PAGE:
Palo Verde Tree in flower

As you can see from the photograph above, the desert is decked in gold this time of year. The Palo Verdes (along with some other flowering trees snd shrubs) produce an abundance of yellow blooms. There are streets that are lined with these trees and they build a seasonal hallway of gold.

Streets of gold

The ground is carpeted with spent yellow flower petals adding even more color to the street. While the neighborhoods aren’t paved with gold, they are covered with pretty yellow hues.

Below is a picture of the branches of the Palo Verde tree laden with its delightful burden of yellow flowers.

Palo Verde Tree flowers


JBRish.com originally published this post
All photographs are Copyright by Jeffrey B. Ross with ALL Rights Reserved

 
See more JBRish gardening and desert gardening posts here HERE

Opuntia (Paddle Cacti) – Phoenix, Arizona

Opuntia - Paddle Cactus

“Opuntia is the most widespread of all genera in the cactus family. The genus occurs naturally throughout North and South America from as far north as Canada, through the Caribbean, and down into Argentina. With man’s help, however, this species can now be found world-wide where it has escaped cultivation and become naturalized even to the point of being classified as a noxious weed.”
Source: – https://cactiguide.com/cactus/?genus=Opuntia

While much of the country is still in early spring, the desert is moving quickly through its yearly spring and toward what most would consider summer. As of this writing, we are still in the sweet spot of a bumper crop of blooms. The native desert plants are taking their turns in showing off.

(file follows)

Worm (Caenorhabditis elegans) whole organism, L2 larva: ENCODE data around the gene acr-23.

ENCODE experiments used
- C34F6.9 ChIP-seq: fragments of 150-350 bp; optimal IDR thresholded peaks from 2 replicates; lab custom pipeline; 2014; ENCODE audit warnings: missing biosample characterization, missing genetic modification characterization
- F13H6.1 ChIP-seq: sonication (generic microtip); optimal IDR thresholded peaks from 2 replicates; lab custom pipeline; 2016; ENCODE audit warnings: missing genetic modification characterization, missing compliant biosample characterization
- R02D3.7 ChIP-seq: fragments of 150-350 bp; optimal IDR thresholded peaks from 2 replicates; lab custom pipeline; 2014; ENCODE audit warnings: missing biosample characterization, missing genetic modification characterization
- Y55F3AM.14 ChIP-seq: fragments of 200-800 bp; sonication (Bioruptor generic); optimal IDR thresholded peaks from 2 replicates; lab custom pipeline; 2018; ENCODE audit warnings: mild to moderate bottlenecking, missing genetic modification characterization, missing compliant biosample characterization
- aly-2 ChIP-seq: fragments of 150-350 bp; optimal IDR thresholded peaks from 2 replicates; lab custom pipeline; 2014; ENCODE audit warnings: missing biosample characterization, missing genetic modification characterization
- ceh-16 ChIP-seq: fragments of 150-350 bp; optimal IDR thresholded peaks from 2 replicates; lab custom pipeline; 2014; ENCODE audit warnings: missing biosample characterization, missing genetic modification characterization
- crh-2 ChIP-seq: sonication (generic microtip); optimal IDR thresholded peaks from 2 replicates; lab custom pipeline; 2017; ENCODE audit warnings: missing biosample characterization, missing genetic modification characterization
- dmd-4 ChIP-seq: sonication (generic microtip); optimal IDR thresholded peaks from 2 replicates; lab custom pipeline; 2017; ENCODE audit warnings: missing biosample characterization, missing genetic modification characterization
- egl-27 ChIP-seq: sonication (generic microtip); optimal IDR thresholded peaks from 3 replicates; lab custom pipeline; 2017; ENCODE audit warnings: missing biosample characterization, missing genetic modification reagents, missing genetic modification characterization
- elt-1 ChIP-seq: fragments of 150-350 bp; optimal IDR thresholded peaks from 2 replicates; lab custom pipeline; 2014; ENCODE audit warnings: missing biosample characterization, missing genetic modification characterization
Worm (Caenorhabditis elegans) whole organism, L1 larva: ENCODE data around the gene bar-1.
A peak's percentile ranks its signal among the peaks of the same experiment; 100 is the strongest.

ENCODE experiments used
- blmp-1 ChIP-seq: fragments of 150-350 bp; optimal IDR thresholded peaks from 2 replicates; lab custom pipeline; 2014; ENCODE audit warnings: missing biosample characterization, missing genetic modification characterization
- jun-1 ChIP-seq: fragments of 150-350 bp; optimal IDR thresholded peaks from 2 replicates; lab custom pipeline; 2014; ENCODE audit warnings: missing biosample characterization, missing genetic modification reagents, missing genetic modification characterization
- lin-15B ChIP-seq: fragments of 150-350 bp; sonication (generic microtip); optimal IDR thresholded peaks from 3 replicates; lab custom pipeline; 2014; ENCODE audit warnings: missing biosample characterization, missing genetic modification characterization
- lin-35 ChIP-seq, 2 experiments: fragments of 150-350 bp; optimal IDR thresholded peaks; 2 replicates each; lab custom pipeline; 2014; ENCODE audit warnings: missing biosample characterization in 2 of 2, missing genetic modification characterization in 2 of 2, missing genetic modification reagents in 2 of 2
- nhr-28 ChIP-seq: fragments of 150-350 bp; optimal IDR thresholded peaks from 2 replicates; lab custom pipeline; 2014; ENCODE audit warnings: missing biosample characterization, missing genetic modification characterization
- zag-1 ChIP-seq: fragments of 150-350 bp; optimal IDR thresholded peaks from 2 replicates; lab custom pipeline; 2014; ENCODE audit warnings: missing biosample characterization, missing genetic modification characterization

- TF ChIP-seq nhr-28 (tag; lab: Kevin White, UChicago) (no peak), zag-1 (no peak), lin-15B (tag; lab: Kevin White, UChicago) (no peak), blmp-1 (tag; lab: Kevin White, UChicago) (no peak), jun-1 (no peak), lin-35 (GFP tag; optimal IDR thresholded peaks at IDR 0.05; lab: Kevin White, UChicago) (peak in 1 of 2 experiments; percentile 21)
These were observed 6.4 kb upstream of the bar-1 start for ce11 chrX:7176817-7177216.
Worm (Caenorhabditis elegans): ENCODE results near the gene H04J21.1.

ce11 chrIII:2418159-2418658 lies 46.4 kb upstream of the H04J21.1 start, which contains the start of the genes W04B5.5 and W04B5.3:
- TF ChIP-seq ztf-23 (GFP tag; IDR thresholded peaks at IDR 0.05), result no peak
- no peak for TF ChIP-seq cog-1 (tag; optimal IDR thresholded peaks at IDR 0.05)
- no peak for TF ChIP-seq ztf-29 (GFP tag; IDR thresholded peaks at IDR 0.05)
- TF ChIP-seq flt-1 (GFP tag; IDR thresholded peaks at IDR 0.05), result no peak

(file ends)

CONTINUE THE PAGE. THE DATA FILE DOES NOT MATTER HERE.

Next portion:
Most of the year our cacti look like a pincushion holding onto its requisite supply of pins, but hidden in the DNA of each of these organisms is the promise of blooming beauty. Some of the blooms like our pink Opuntia (see photos above and below) look as though they would be more at home floating in a tropical drink.

Opuntia - Paddle Cactus

As pretty as these are, many of the cactus flowers have a prime bloom duration of only one day, but what a bloom it is!

You may know Opuntia cacti. They are the “paddle” cactus family. They have large, flat paddle-like growths that look similar to the ears of a number of Walt Disney characters. The picture below better shows the paddles with the pink bloom atop.

To the left of the bloom are “ladies in waiting,” so to speak. The buds will plump until nature tells them it is their turn to open and show off.

Opuntia - Paddle Cactus

A more common Opuntia would be the yellow variety. We have several specimens in our front landscape.

Opuntia - Paddle Cactus

The pile of paddles above is more than five feet tall and if the truth be told, it would probably benefit from a pruning.

This is a closeup of the flower. Note the buds in the corners of the photo.

Opuntia - Paddle Cactus

Some of the paddles have a cascade of blooms that open on the same day and form an amazing vertical line.

Opuntia - Paddle Cactus

While I am enjoying the wonderful blooms in our landscape, I hope to share more of them with JBRish readers.

You can read more about Opuntias and Paddle Cacti at the link above.


JBRish.com originally published this post
All photographs are Copyright by Jeffrey B. Ross with ALL Rights Reserved

 
See more JBRish gardening and desert gardening posts here HERE

Gardening in the Desert – You Dirty Rat

The Sonoran Desert of Arizona can be quite a challenge. It is hard to imagine that, at one time, people lived here without air conditioning. We normally receive between 10-12 inches of rain a year in our particular area of Arizona near Cave Creek. This isn’t a lot of rain and this adds to the challenge of gardening in the desert.

Add to that problem the competition with the natural desert denizens including snakes, scorpions, tarantulas and a host of rodents.

This is the time of year when I make a daily round to look at all of the plants in our landscape to monitor their condition. When temperatures can spike to more than 90 degrees, the tipping point for some plants is very small.